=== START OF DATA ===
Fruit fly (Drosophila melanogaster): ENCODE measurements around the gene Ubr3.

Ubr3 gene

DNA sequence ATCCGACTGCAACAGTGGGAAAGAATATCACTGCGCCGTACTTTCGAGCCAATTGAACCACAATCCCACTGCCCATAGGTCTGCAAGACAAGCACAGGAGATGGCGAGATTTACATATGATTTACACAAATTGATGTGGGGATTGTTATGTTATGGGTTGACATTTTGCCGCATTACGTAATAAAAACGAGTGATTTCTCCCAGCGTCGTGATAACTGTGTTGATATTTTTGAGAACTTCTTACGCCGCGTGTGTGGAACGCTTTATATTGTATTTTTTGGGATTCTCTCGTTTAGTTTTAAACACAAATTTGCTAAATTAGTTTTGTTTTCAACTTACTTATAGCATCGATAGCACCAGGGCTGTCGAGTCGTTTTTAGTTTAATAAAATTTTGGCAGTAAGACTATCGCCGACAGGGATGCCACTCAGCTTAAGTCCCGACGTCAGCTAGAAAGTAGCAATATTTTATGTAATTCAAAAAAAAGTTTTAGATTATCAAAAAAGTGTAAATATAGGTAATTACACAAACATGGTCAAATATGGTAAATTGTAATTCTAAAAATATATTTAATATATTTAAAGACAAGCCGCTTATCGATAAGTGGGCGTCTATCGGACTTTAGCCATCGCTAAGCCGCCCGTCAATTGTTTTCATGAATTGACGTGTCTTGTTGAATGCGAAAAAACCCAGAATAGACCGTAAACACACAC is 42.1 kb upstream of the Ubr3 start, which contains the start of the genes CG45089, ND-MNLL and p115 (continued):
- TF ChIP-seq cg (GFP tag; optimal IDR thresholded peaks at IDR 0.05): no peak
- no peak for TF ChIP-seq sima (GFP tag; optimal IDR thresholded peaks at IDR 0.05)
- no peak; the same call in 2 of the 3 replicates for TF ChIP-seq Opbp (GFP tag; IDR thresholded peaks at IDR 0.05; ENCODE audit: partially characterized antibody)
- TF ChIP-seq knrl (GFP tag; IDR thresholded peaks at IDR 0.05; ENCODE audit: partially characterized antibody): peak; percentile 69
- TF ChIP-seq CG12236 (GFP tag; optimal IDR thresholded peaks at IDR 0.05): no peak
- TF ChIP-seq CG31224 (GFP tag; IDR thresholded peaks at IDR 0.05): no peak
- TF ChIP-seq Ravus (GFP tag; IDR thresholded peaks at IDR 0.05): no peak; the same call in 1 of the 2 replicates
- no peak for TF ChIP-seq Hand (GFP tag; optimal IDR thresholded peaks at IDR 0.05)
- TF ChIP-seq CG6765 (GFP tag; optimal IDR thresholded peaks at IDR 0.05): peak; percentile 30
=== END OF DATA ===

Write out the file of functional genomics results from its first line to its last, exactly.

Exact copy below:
Fruit fly (Drosophila melanogaster): ENCODE measurements around the gene Ubr3.

Ubr3 gene

DNA sequence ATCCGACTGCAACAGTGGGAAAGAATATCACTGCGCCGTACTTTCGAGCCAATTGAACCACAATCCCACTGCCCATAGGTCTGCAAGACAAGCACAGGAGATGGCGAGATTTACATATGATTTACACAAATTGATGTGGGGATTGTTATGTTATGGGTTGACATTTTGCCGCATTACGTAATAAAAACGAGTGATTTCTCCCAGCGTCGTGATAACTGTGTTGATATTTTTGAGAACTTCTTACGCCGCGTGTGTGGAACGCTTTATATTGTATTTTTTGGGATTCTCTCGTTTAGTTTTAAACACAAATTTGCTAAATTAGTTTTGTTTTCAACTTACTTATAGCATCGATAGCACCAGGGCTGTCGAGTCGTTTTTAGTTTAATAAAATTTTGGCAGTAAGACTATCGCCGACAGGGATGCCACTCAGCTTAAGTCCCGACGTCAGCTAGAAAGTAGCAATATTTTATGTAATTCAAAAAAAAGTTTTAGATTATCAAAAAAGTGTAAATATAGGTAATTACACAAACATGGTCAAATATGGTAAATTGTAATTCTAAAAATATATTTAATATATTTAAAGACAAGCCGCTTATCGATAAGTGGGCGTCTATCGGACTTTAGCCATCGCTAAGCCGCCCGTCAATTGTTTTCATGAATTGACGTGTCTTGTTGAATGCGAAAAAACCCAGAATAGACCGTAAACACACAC is 42.1 kb upstream of the Ubr3 start, which contains the start of the genes CG45089, ND-MNLL and p115 (continued):
- TF ChIP-seq cg (GFP tag; optimal IDR thresholded peaks at IDR 0.05): no peak
- no peak for TF ChIP-seq sima (GFP tag; optimal IDR thresholded peaks at IDR 0.05)
- no peak; the same call in 2 of the 3 replicates for TF ChIP-seq Opbp (GFP tag; IDR thresholded peaks at IDR 0.05; ENCODE audit: partially characterized antibody)
- TF ChIP-seq knrl (GFP tag; IDR thresholded peaks at IDR 0.05; ENCODE audit: partially characterized antibody): peak; percentile 69
- TF ChIP-seq CG12236 (GFP tag; optimal IDR thresholded peaks at IDR 0.05): no peak
- TF ChIP-seq CG31224 (GFP tag; IDR thresholded peaks at IDR 0.05): no peak
- TF ChIP-seq Ravus (GFP tag; IDR thresholded peaks at IDR 0.05): no peak; the same call in 1 of the 2 replicates
- no peak for TF ChIP-seq Hand (GFP tag; optimal IDR thresholded peaks at IDR 0.05)
- TF ChIP-seq CG6765 (GFP tag; optimal IDR thresholded peaks at IDR 0.05): peak; percentile 30